bits from bob....
Paul Little wrote a book entitled, Know What You Believe and Why. That is not just good advice--it is absolutely essential. Christians are admonished by Peter to be ready to give reason and answer for their hope (1:3:15). The twenty-first century church must understand the parameters of the biblical faith. We must reexamine afresh the definitions and instructions of Scripture in matters of worship, discipleship, church, and teaching the Good News. The first article in this series examined how a biblical understanding of worship might change the life of the modern church and make a difference in the impact we have on our culture. In this article we turn to examine the matter of discipleship.
Who is a disciple? The word appears 231 times in the gospels. It literally means one who is taught or trained. A disciple is one who follows the master, one who seeks to be like the teacher (Matt. 10:25). A disciple is one who is disciplined. What does it mean to be a follower of Jesus Christ? Followers of Jesus are described in the gospels as disciples.
Later when the word Christian is applied to the followers of Christ, the text says those called Christians were formerly known as disciples (Acts 11:26). Christian and disciple should be synonymous. Our question, "Who is a disciple?" is essentially the age-old question, "Who is a Christian?" The answer to one is the answer to the other! There can be no difference. It was the disciples who were called Christians. That which makes one a disciple makes one a Christian (Matt. 28:18-20).
The word "disciple" is not much in vogue among us at the beginning of the twenty-first century. Bonhoeffer's challenge to carefully consider the "cost of discipleship" has make apparent the difficulty of being a disciple. If one takes the words of Jesus seriously, being a disciple means giving up self, sin, security, and shame (Luke 14). Counting the cost and paying the price are not popular options in most current church models. Perhaps that is why the new phrase of choice--"religiously correct"--appears to be "church member."
Are disciple and church member synonymous? Are Christian and church member synonymous? While we may use them in that way, in too many churches today one can be a reasonably good church member without cultivating the discipline of "disciple" or the Christlikeness of "Christian," even in churches of Christ.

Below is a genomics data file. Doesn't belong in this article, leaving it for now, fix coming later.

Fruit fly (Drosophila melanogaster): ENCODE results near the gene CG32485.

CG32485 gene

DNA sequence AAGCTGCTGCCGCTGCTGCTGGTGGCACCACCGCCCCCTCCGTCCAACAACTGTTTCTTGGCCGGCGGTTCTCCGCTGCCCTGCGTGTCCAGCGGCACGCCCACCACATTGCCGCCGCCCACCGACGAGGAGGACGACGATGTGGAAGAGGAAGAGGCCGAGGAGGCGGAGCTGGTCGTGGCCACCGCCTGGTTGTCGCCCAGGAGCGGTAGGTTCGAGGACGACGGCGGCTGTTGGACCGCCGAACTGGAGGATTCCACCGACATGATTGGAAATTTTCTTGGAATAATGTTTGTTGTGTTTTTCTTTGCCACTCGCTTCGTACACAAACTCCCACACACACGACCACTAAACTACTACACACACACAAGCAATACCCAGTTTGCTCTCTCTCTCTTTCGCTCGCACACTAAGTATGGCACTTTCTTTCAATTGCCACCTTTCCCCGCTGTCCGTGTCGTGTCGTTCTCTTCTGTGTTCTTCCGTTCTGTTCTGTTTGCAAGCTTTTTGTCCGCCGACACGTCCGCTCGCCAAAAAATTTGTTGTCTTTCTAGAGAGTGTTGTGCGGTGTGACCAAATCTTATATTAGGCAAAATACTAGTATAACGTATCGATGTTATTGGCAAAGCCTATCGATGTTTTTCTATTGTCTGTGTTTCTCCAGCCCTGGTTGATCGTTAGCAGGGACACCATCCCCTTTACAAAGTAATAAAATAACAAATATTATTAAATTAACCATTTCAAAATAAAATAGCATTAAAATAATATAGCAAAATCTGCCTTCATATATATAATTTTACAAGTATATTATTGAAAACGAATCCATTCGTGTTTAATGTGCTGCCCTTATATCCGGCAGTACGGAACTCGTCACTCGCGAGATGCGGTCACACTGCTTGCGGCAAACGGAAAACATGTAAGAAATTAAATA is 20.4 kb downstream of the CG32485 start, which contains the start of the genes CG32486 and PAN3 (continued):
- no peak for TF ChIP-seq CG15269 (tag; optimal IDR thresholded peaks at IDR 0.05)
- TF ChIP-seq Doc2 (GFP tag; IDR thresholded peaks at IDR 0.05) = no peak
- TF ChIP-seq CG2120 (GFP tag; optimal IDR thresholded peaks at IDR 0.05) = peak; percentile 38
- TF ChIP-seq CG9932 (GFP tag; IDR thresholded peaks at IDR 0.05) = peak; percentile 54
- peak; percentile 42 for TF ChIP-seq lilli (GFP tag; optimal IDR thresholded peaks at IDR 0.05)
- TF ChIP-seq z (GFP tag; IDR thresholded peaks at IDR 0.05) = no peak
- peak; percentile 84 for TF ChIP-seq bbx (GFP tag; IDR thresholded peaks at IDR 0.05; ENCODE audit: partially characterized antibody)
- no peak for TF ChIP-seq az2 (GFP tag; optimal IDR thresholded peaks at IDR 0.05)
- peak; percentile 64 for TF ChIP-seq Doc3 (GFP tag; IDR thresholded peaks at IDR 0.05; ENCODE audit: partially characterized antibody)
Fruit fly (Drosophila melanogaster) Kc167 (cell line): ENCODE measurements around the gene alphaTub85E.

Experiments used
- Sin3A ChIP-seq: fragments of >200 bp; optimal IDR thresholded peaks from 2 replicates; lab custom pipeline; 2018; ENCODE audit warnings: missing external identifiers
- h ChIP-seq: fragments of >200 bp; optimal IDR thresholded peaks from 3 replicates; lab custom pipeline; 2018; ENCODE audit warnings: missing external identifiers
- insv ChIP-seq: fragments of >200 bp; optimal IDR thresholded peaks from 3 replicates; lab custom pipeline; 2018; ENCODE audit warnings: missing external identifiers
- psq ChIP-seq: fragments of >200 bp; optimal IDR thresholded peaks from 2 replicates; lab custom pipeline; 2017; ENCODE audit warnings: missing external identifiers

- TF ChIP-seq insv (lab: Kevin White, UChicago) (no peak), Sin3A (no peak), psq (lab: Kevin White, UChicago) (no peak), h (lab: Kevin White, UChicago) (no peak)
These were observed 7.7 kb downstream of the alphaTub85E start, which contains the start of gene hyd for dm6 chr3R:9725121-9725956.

The basis for "member" may be found in 1 Cor. 12 where Christians are described as members of the body of Christ, the church. Paul would hasten to add, however, that body members who do not function in and contribute to the body are of little value.
I do not claim to have ready answers for the dilemma before the contemporary church, but I do know that until the church of our Lord takes more seriously the demands of discipleship, we will wallow in a shallowness unable to sustain spiritual life. Until the church breathes Spirit, eats the bread of life, and drinks of the water of life regularly, the majority of our members will more resemble individuals in need of CPR than living, vibrant, active souls. And those barely alive and in need of help in breathing and eating are seldom able to administer life-giving nourishment and nurturing to others.
Perhaps we would do well to scrap altogether the phrase "church member." Even "Christian" may fail to communicate in a post-Constantinian world where so many seek to be Christians that very few really are. Are you a disciple? Read the text afresh, continually ask yourself that question, stand in awe and reverence and fear, and change your life! Let all those who allegiance is to Christ and who seek to be "of Christ" become disciples! When such people touch the world as salt and leaven and life, upsidedownness comes to the world (Acts 17:6), and nothing is ever the same!
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